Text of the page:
My letter responding to George Will’s “A Debate That Does Not End” appears in the July 18 print edition of Newsweek.
George Will says the theory of intelligent design isn’t falsifiable—isn’t “a testable hypothesis.” Actually, particular design arguments are falsifiable. Design theorist Michael Behe, for instance, argues that we can detect design in the bacterial flagellum because the tiny motor needs all of its parts to function at all. That’s a problem for Darwinian evolution, which builds novel form one tiny functional mutation at a time. How to falsify Behe’s argument? Provide a detailed evolutionary pathway from simple ancestor to present motor. The flagellum might still be designed, but Behe’s argument that such design is detectable would have been falsified.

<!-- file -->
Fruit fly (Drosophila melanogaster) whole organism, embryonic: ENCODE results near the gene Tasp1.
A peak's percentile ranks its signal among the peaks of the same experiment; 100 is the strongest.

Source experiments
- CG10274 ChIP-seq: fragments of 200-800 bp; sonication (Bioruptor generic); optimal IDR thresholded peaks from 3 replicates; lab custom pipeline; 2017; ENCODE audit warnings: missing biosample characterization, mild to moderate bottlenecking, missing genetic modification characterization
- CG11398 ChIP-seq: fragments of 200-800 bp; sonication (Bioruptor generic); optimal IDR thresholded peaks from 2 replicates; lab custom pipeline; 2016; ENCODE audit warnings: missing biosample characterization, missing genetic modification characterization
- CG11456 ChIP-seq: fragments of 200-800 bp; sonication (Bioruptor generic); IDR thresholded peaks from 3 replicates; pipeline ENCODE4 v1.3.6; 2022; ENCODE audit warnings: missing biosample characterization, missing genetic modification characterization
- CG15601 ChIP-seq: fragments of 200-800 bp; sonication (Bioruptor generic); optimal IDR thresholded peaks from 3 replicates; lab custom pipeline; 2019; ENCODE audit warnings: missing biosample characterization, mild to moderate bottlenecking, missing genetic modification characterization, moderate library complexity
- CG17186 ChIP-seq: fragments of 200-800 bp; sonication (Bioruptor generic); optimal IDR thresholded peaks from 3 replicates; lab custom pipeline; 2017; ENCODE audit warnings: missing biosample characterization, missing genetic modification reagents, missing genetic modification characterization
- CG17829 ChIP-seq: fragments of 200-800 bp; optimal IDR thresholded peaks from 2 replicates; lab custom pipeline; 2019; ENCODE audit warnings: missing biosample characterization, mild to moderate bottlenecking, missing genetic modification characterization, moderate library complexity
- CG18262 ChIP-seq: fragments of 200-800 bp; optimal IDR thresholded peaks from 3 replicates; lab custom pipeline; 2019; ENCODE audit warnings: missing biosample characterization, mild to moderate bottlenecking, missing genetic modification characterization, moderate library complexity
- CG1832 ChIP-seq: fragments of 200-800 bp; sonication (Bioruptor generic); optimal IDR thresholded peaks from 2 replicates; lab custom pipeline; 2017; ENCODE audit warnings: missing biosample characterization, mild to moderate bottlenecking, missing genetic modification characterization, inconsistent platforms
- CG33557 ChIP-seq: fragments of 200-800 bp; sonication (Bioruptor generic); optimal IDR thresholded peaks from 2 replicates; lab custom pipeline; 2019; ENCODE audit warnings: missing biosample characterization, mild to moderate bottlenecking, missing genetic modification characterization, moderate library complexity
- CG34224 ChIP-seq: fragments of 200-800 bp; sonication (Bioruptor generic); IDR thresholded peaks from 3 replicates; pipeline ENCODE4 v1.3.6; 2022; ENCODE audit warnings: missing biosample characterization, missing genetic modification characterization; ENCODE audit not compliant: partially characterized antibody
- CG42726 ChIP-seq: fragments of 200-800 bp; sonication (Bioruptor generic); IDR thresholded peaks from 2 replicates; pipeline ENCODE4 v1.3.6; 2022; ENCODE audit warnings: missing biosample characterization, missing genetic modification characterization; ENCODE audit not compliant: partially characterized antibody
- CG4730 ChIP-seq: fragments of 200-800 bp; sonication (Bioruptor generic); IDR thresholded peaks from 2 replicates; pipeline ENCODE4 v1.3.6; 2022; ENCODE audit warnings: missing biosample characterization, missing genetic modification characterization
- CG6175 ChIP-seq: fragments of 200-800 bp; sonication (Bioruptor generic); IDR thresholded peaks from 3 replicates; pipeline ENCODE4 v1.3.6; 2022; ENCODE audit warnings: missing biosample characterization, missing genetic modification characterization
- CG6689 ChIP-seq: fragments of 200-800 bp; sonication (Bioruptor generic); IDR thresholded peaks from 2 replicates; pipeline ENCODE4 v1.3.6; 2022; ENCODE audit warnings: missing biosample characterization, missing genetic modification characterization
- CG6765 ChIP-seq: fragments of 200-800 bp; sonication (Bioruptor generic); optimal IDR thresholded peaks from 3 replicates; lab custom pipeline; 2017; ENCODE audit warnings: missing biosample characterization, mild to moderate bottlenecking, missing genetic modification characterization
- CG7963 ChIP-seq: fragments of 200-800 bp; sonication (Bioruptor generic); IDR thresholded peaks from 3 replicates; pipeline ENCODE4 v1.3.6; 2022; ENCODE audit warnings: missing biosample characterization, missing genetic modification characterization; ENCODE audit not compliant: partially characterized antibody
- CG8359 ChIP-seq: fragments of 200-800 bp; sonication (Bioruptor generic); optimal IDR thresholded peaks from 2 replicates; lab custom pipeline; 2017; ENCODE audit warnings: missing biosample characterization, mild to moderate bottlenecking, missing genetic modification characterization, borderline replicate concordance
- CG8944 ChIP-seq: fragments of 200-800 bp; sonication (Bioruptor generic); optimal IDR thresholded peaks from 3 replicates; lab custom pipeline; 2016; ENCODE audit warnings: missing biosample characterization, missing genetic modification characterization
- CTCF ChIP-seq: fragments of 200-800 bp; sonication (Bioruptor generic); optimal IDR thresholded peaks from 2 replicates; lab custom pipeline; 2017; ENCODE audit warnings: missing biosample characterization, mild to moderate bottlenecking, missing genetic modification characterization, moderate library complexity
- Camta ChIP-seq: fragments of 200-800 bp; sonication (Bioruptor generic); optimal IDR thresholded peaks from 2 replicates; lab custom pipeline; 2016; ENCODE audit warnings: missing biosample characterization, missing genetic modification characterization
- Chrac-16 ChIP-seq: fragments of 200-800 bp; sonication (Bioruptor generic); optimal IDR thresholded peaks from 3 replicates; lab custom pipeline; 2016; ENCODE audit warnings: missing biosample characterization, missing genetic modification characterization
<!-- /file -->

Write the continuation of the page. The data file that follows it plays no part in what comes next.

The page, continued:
For a more in-depth discussion, see philosopher of science Stephen Meyer’s analysis of observability and testability here.